Thanks to Celtic winning the all-British tournament – the Empire Exhibition Trophy – in 1938, supporters tend to over-glamorise the successes of the club in the 1930s. The truth of the matter is that, like the decade of the 1920s, Celtic once again played second fiddle to Rangers, the overall tally being;
League; Celtic 2 Rangers 6 Scottish Cup ; Celtic 3 Rangers 4
Glasgow Cup; Celtic 2 Rangers 7 Charity Cup ; Celtic 3 Rangers 6
One of those League Championship wins came in season 1935/36, when centre-forward Jimmy McGrory was on the rampage. By the middle of April, he had scored 47 goals in the league, with two games left. On this day in 1936, relegation-haunted Ayr United arrived at Celtic Park for the penultimate match of the season and found Celtic in irrepressible form, with McGrory knocking in a hat-trick – his 7th of the season – to give him a tally of 50 for the season.
Unfortunately, McGrory also picked up a nasty knee injury, which kept him out of the final match of the season, against Partick Thistle. This meant that he missed the chance to equal, or even overtake, the Scottish record of 52 goals in a league season, scored by Willie McFadyen of Motherwell when the Steelmen won the First Division title in 1931/32.
NB1. In that Ayr match, Celtic were also awarded a penalty, which McGrory stepped forward to take and, in the words of Willie Maley, “almost hit the corner flag with it”.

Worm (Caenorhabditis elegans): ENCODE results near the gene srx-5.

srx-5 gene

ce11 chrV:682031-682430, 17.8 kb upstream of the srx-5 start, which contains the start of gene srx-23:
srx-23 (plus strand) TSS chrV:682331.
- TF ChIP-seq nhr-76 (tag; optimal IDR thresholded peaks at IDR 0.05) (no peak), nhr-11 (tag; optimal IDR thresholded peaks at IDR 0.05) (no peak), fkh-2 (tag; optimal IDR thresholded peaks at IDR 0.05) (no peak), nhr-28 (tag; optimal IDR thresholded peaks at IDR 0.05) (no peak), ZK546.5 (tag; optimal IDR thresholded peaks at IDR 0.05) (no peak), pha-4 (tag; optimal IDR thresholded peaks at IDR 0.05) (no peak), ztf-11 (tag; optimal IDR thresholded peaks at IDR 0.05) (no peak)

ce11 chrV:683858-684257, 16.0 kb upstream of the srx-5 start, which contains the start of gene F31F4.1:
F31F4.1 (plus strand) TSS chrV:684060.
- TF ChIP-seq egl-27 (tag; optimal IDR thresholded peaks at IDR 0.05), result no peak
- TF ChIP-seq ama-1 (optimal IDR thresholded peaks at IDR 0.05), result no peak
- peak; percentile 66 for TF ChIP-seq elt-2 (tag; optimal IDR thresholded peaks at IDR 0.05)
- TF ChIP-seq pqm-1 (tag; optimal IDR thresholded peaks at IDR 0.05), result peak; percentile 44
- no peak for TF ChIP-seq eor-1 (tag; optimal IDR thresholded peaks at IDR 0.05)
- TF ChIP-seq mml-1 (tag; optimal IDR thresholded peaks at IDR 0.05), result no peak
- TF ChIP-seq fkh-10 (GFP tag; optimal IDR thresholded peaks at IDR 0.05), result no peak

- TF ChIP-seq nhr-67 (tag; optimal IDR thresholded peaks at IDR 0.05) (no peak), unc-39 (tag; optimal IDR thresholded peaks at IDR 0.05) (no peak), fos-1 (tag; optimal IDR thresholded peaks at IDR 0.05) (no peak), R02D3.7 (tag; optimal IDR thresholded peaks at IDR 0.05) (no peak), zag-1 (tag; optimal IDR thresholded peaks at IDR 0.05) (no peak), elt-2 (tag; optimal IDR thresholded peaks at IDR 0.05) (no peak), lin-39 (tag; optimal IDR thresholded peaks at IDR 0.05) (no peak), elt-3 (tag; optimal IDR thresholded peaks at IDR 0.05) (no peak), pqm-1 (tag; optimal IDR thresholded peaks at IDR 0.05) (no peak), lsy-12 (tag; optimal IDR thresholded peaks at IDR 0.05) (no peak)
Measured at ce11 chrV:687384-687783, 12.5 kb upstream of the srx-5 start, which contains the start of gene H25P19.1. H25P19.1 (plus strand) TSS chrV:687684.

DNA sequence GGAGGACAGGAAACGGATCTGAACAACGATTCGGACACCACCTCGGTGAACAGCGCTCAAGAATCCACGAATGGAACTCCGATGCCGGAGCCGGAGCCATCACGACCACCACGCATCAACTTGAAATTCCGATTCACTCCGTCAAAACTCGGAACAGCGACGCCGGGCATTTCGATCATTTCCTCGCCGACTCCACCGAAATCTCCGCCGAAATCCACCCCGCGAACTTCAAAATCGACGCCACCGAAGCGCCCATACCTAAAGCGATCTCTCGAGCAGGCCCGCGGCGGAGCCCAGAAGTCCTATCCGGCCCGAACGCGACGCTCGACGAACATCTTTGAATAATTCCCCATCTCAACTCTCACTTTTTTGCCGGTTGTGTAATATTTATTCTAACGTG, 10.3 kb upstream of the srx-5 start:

NB2. The league title of 1935/36 was Celtic’s first of the decade, the previous ones being won by Motherwell (1) and Rangers (4). Now, all through these years Jimmy McGrory had been knocking in the goals, so what had made the difference in season 1935/36?
The answer lay in the defence. After the alteration of the offside law in 1925, most sides had changed the role of the centre-half from the attacker in the ‘2-3-5’ formation, to the ‘stopper’ of the new ‘W/M’ system. Celtic, though, had been reluctant to change with the rest, which meant that they were losing too many goals.
In April 1945, Willie Maley signed a true ‘stopper’ centre-half, Willie Lyon, from Queen’s Park. He proved to be just what the team needed, giving them a stability at the back and organising the rest of the defence accordingly. The result was clear the following season; in winning the league, Celtic scored 115 goals in 38 matches while losing only 33.